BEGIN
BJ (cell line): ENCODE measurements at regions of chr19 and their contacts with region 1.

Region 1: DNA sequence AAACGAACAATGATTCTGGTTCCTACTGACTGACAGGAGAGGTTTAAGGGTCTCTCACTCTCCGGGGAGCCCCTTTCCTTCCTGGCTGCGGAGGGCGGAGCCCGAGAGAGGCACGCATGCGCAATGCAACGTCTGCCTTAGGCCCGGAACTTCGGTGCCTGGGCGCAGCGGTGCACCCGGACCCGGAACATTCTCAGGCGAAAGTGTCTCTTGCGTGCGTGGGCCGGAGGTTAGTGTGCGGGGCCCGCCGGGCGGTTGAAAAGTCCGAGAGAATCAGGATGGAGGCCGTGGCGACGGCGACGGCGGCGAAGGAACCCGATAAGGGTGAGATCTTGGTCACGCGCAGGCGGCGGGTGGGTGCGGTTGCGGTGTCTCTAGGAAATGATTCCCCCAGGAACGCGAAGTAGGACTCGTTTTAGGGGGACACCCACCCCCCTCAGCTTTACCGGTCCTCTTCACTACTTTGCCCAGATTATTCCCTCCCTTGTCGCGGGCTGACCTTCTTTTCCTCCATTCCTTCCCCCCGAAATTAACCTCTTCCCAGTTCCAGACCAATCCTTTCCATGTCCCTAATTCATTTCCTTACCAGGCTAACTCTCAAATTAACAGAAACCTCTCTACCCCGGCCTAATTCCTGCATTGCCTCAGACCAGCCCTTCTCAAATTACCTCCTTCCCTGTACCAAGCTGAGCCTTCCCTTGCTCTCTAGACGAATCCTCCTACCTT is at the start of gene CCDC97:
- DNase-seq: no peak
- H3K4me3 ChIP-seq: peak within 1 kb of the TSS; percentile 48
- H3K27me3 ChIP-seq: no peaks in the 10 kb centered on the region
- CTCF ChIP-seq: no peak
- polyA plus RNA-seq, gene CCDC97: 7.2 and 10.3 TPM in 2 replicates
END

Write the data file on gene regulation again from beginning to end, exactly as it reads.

BJ (cell line): ENCODE measurements at regions of chr19 and their contacts with region 1.

Region 1: DNA sequence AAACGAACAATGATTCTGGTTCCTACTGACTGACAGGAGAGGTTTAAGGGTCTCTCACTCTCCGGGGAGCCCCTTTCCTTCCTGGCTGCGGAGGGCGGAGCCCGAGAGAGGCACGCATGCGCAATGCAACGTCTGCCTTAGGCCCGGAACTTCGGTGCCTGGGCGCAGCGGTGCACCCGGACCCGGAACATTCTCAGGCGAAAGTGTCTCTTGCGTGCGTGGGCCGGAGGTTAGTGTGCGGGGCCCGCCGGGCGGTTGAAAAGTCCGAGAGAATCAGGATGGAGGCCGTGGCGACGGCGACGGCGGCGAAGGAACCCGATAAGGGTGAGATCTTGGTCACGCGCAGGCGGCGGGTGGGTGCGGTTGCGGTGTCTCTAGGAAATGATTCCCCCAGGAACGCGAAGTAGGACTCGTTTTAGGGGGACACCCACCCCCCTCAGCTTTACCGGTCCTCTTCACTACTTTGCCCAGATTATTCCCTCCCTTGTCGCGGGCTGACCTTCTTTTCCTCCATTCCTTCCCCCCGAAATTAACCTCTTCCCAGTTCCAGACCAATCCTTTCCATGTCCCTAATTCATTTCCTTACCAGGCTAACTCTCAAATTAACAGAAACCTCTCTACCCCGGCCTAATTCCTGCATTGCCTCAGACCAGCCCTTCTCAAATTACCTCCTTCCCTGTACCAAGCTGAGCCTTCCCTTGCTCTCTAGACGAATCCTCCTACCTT is at the start of gene CCDC97:
- DNase-seq: no peak
- H3K4me3 ChIP-seq: peak within 1 kb of the TSS; percentile 48
- H3K27me3 ChIP-seq: no peaks in the 10 kb centered on the region
- CTCF ChIP-seq: no peak
- polyA plus RNA-seq, gene CCDC97: 7.2 and 10.3 TPM in 2 replicates